People across the globe were having a collective moment of raising awareness about the hunger crisis on Tuesday, which marked World Food Day. Hunger, inextricably linked to poverty, disproportionally affects African-Americans, motivating many Black folks to find practical ways to fight to end the crisis.
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Oprah Winfrey, who has long used her influence and celebrity status to call attention to human rights issues such as hunger, volunteered at the Freestore Foodbank in Cincinnati last month. The mogul partnered with retail company Kroger to attack hunger, WKRC, a CBS and CW affiliate, reported.
“Every step to zero hunger in this country, this city, this world is a step in the right direction,” Winfrey said at the time, spotlighting an issue that the United Nations said it hoped to completely eradicate by 2030.
The crisis hits home for many people nationwide, but for African-Americans, it’s been even worse. Black people are more than twice as likely to face hunger, according to Feeding America. That was widely connected to high poverty rates among Blacks — more than twice that of white, non-Hispanic households in 2017.
With such a high poverty rate, it is no wonder why African Americans are trying to fight back. Volunteers, farmers, activists and celebrities alike are all using their power to make a difference to combat hunger.
For instance, Chance the Rapper has played a role in trying to combat hunger in his native Chicago. The lyricist had teamed up with Lyft to donate $1 million to the city’s schools, and his gift can go a long way in helping provide breakfast and lunch for hungry students.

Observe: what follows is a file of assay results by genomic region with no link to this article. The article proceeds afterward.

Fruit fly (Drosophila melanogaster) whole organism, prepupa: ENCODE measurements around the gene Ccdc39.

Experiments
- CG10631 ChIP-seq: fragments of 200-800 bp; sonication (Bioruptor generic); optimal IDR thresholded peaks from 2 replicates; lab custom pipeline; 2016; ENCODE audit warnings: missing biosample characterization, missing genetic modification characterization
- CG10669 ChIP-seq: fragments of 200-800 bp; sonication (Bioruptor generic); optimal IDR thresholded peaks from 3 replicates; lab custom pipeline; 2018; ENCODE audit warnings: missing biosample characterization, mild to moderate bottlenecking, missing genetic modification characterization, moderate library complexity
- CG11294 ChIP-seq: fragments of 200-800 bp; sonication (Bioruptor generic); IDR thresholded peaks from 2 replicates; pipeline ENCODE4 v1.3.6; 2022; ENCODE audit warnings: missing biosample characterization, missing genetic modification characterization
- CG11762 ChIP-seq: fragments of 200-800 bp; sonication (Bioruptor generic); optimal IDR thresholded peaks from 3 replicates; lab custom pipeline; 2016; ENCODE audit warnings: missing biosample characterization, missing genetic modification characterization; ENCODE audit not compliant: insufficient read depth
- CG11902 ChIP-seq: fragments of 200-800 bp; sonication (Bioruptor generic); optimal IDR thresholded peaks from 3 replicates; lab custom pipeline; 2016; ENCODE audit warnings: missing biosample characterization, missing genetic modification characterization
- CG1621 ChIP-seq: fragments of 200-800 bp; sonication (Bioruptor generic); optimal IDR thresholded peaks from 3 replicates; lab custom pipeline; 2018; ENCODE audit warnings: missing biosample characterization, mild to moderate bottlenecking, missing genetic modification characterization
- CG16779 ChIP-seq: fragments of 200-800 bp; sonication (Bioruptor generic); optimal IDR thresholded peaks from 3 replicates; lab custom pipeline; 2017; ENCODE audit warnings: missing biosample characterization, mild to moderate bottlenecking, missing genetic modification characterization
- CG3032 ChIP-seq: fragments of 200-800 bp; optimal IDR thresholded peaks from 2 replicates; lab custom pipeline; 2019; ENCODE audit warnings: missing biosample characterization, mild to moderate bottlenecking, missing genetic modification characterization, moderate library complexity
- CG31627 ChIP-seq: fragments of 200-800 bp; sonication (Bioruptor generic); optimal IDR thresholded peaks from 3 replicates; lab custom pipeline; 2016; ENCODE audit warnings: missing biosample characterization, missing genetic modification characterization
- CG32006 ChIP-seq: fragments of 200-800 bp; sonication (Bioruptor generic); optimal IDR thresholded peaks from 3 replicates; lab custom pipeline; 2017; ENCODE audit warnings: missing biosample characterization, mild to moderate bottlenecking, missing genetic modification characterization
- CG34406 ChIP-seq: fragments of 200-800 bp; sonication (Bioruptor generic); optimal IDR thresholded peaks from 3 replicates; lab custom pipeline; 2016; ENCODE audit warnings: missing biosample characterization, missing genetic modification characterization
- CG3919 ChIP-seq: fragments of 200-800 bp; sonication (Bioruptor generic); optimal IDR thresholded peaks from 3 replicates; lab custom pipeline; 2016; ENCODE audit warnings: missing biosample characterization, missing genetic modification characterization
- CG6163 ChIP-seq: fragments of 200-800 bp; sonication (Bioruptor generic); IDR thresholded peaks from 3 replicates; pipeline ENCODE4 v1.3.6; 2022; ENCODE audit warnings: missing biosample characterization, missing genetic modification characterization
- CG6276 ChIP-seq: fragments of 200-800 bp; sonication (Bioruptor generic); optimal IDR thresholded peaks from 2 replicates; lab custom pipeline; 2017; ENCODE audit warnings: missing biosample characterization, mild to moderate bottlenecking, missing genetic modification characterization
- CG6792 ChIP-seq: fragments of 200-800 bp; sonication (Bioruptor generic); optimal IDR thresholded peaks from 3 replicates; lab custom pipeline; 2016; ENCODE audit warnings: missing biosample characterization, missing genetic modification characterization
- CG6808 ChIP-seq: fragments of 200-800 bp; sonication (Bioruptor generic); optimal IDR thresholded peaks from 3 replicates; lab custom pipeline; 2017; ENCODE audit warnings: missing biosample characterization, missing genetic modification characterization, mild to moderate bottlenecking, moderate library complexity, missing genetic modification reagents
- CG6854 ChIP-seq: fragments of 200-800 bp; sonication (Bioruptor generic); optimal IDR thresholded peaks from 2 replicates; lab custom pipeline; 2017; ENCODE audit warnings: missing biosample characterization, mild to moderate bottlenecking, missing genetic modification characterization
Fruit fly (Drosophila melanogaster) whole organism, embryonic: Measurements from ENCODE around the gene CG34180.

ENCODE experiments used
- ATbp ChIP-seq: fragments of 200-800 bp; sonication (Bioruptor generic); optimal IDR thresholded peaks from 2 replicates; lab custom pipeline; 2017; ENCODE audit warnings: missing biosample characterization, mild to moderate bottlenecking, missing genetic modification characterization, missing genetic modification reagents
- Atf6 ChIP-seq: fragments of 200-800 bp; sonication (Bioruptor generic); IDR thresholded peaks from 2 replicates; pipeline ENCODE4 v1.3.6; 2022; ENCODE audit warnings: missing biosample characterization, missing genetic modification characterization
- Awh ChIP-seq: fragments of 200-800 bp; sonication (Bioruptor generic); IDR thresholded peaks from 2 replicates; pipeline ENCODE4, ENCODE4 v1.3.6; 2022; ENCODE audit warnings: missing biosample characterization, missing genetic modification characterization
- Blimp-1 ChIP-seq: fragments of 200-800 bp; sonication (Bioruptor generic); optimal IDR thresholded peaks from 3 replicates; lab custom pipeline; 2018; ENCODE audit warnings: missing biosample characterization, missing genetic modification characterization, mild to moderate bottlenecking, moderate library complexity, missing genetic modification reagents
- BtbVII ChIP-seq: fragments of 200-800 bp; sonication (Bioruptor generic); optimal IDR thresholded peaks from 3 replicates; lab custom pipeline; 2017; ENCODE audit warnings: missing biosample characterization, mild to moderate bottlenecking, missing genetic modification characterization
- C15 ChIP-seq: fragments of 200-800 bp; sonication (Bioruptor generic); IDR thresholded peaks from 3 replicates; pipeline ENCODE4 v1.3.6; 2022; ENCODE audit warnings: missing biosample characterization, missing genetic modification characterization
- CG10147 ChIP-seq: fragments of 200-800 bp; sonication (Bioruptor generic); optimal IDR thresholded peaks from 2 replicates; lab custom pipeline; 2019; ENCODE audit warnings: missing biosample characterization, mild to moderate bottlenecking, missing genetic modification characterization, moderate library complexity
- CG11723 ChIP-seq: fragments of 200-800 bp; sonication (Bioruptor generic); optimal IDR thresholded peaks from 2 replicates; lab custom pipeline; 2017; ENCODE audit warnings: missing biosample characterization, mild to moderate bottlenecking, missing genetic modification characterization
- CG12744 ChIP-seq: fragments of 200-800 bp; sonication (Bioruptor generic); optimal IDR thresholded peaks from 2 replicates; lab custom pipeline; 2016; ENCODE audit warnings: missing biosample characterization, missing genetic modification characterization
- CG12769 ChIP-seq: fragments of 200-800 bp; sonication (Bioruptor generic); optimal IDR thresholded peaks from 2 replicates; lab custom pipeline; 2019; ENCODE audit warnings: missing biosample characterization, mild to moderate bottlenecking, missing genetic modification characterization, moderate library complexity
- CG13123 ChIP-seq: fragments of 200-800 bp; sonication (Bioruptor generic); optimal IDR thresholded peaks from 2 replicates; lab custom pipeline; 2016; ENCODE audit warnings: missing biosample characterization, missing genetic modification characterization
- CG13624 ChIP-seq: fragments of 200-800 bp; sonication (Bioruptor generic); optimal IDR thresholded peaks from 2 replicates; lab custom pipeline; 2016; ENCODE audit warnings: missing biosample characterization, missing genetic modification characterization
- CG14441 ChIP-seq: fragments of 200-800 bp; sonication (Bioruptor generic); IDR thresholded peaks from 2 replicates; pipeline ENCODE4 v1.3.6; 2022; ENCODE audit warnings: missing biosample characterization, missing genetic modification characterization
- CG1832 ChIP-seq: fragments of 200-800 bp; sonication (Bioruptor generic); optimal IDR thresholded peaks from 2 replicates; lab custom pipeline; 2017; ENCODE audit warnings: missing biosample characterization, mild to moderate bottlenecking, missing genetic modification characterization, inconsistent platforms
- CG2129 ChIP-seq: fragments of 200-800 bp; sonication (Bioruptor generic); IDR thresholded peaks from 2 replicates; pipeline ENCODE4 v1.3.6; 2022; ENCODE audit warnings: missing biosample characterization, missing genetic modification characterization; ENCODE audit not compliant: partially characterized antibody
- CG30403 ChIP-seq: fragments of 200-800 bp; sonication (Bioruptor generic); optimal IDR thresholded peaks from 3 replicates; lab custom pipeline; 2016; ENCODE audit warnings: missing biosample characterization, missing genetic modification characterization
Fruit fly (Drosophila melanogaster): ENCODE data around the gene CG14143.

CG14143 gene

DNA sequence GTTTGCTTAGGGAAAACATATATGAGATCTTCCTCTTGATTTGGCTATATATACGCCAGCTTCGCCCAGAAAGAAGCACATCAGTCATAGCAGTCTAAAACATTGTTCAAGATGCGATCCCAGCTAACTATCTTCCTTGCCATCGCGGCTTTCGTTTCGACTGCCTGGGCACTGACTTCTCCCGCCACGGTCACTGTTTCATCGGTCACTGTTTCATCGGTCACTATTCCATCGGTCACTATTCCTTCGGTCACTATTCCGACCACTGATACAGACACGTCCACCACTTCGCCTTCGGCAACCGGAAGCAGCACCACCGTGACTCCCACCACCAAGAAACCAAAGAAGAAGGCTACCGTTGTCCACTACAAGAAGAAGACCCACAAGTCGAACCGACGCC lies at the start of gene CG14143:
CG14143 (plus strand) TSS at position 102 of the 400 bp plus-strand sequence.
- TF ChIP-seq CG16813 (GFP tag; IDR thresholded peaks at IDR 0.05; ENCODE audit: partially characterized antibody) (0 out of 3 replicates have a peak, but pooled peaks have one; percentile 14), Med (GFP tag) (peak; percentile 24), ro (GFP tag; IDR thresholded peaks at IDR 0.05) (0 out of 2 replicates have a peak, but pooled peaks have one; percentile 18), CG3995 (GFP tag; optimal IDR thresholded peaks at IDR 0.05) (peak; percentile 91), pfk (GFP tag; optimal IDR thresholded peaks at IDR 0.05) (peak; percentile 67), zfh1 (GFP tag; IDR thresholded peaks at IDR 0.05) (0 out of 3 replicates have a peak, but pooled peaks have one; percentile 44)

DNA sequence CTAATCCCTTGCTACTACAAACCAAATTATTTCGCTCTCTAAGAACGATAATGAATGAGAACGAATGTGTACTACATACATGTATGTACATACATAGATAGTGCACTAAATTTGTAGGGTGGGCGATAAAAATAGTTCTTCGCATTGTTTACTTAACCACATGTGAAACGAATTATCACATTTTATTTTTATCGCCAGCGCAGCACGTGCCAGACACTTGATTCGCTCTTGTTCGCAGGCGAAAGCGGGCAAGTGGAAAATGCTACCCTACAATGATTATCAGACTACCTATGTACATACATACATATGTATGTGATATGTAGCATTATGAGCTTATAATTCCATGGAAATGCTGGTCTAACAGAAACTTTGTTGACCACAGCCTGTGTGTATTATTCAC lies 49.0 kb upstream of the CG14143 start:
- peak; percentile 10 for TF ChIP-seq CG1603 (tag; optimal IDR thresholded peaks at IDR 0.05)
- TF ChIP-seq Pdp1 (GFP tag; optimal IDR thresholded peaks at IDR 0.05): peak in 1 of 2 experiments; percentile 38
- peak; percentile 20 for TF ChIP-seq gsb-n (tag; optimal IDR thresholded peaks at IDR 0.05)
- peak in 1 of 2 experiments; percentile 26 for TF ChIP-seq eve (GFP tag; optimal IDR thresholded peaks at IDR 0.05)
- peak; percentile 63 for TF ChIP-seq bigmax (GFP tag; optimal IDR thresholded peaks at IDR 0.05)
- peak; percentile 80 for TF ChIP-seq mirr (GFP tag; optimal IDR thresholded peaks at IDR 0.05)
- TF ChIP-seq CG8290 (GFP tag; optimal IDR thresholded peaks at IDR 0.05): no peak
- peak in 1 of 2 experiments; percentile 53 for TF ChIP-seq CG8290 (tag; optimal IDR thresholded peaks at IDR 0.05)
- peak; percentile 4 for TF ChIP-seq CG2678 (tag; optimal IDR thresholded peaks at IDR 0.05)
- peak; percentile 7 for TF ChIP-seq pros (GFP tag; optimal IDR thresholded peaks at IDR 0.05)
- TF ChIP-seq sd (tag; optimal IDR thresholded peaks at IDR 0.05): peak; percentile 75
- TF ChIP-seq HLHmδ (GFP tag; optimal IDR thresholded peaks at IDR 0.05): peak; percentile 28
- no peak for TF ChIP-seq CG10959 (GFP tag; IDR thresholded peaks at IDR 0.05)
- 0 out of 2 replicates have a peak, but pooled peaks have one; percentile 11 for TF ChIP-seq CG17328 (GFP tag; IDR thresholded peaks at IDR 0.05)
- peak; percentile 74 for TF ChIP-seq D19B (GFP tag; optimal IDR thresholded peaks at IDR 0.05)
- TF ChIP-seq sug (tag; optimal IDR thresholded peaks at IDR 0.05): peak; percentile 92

T.I. also recently decided to pay for a year’s worth of school lunches for a teenager in Florida. A high school had reportedly denied food to the teen, Danielle Aiken because she was 15 cents short in August.
Perhaps other rappers will also donate money for institutions in their home cities and help students afford school meals. The National School Lunch Program allows for 100,000 schools to serve school lunches to 30 million students each day. The program provides 20 million free lunches, 2 million reduced-price lunches in which students pay $0.40 each and 8 million full price lunches, according to the School Nutrition Association.
If more people support families struggling to provide meals for their school-age children and global hunger efforts, then the UN’s goal of ending hunger in just 12 years could come true.
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